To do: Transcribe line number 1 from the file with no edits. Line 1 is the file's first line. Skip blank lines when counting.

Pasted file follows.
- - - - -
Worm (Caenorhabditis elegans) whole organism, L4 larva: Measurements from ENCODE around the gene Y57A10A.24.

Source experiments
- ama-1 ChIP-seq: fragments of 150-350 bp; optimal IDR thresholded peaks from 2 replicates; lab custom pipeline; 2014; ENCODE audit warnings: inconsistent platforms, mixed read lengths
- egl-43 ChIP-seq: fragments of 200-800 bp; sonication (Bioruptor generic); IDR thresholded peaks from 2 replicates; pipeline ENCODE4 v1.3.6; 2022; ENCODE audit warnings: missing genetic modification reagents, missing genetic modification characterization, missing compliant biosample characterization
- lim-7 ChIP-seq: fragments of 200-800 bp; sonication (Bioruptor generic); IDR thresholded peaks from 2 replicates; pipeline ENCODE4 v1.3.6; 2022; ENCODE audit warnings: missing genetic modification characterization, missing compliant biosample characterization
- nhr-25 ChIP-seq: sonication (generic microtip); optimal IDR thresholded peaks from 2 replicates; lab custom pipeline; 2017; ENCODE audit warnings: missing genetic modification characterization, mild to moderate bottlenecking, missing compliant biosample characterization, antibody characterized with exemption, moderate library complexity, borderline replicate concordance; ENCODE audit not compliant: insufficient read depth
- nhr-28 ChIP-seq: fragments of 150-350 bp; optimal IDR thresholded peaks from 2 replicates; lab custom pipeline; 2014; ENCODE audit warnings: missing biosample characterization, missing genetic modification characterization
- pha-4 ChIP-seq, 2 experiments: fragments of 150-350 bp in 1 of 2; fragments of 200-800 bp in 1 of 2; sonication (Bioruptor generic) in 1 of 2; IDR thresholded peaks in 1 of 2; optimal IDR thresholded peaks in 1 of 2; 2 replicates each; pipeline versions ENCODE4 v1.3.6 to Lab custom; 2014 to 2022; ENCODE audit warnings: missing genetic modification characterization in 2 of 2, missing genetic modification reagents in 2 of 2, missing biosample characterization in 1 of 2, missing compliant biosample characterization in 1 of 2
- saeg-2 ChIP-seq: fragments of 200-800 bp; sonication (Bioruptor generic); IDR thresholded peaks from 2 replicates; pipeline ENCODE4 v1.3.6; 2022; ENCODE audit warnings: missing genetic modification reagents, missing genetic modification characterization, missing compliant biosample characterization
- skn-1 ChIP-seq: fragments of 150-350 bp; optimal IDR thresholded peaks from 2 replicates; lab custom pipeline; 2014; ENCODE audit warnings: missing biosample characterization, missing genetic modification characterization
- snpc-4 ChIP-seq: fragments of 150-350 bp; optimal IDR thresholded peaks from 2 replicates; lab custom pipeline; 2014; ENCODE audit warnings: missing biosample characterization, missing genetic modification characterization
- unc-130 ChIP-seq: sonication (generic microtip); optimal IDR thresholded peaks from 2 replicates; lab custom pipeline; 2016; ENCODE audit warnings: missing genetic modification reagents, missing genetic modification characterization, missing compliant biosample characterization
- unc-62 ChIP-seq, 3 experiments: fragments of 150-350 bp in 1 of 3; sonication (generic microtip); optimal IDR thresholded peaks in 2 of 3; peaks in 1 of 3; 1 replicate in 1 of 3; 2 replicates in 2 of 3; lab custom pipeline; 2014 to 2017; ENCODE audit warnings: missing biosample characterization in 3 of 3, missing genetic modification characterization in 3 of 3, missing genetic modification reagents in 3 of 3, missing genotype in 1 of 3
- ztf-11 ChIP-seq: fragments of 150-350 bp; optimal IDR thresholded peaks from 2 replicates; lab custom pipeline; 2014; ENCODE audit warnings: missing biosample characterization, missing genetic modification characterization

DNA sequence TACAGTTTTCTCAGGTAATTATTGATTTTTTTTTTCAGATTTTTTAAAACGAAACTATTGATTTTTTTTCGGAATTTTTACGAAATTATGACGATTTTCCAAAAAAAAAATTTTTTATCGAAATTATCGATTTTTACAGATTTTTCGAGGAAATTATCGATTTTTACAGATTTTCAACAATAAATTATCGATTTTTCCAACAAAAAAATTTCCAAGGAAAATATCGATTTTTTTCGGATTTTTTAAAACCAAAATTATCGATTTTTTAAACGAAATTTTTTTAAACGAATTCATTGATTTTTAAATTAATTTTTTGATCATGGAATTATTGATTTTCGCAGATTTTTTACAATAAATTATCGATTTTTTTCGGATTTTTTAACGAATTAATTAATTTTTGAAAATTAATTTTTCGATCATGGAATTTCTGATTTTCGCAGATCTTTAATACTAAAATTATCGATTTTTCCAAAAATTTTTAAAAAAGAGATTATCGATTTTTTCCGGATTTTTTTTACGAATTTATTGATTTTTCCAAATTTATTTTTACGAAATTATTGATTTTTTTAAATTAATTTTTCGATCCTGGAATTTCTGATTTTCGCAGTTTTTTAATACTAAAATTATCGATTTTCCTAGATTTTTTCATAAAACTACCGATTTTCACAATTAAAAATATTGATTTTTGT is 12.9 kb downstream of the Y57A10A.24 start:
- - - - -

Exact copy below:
Worm (Caenorhabditis elegans) whole organism, L4 larva: Measurements from ENCODE around the gene Y57A10A.24.